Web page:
- Helen King
Under *Trajan and *Hadrian (ce 98–138), studied at *Alexandria (1) and practised at Rome.
He wrote around twenty books, their subjects including a wide range of medical topics (e.g. On Hygiene, On Acute and Chronic Diseases), medical biography, commentaries and discussions of grammar and etymology. Those surviving in Greek are sections and fragments of On Signs of Fractures and On Bandages—these may both belong to the same lost work, On the Art of Surgery—and Gynaecology. The latter gives valuable information on *gynaecology and obstetrics in the Roman empire, and is divided into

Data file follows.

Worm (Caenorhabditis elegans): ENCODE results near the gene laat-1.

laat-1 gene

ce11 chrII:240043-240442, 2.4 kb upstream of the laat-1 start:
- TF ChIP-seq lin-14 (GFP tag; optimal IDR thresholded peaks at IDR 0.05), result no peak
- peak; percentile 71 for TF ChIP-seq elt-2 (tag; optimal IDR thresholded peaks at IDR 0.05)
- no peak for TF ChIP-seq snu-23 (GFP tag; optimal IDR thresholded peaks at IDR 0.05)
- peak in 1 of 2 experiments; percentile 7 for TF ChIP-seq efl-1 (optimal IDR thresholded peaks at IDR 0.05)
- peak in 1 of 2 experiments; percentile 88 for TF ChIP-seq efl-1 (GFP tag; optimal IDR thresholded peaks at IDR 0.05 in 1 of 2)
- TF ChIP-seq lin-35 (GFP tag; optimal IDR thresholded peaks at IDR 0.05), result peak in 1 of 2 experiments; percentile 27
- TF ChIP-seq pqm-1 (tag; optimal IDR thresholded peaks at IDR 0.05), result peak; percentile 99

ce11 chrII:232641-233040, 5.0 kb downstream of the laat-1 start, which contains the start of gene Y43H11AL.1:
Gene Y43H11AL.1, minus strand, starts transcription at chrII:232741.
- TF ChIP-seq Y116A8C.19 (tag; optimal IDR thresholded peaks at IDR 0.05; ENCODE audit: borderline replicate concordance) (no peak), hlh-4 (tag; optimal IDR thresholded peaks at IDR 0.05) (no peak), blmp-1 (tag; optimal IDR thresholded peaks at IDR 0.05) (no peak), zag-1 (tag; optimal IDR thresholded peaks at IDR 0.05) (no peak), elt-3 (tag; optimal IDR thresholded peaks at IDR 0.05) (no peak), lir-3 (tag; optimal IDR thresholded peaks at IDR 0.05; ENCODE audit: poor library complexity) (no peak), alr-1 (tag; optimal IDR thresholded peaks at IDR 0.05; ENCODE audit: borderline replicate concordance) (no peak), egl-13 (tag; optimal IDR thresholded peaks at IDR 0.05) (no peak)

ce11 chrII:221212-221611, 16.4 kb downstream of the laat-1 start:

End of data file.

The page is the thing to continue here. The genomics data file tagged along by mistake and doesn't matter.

(1) the midwife, female anatomy and conception;
(2)*childbirth and the care of the newborn;
(3)*pathology and diet;
(4)*surgery and drugs (see pharmacology ).
Soranus shared the theoretical standpoint of the Methodists (see medicine , § 5.3), but his version of Methodism was less schematic in its classification of diseases, giving more space for individual variation between patients.